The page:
(2003)

Critic Reviews

82

Metascore

Based on 30 critic reviews provided by Metacritic.com
100
Enriched by allusions to biblical stories of fathers, sons, and sacrifices, subtly woven into the movie's moodily photographed fabric.
90
At once a powerful psychological thriller and a haunting allegory, The Return marks an auspicious feature debut for helmer Andrey Zvyagintsev.
90
At once highly naturalistic and dreamily abstract, playing out its mythic themes through vibrantly detailed characterizations (and remarkable performances by the entire cast). The Return announces the arrival of a major new talent.
88
A haunting, melancholy work.
88
New York Post
Vladimir Garin and Ivan Dobronravov are amazingly natural as the boys, and Konstantin Lavronenko impresses as the taciturn father.
80
New York Magazine (Vulture)
The hurt and rage flying back and forth have primal power, like Russian-flavored Eugene O'Neill. It's rare for a movie to work as effectively as this one does on such parallel tracks.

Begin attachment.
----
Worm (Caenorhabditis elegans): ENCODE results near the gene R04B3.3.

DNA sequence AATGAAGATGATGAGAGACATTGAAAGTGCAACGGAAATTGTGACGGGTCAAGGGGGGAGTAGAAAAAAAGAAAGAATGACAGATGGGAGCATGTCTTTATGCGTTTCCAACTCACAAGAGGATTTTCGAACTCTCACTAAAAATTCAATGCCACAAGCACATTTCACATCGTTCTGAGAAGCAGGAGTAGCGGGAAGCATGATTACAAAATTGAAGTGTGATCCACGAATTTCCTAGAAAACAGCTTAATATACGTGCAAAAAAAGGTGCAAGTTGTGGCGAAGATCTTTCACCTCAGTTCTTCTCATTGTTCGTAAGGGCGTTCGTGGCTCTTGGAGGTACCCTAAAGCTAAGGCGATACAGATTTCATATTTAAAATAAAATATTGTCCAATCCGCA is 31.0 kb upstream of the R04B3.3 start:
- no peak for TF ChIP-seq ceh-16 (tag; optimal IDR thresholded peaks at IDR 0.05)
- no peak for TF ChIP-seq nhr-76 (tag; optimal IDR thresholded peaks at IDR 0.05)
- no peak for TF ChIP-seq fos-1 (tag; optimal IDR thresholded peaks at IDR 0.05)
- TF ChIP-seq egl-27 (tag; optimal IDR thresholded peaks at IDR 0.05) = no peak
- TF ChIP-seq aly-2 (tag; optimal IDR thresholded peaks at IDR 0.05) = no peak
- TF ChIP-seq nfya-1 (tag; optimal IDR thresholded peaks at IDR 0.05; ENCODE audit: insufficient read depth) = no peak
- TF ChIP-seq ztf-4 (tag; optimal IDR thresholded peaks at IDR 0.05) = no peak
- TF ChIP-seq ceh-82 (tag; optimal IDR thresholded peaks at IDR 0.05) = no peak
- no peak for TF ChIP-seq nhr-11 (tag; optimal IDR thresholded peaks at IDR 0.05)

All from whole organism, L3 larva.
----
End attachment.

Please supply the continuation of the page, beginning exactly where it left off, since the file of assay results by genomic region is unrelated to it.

80
Variety
Constructed like an eerie, metaphorical thriller, this tense, riveting character study offers viewers nearly two hours of emotions with a stunning pay-off no one will be expecting.
70
Village Voice
Primordial and laconic, this remarkably assured debut feature has the elegant simplicity of its title.
60
Film Threat
With exceptional performances and extraordinary imagery, Zvyagintsev has fashioned a remarkable first feature.
50
The New Republic
Still, it never quite realizes the oneiric quality because, paradoxically, of its best achievement--the performances of the two boys. They are vital, insistent. Their beings contradict the dreaminess and make us ask the questions mentioned above.

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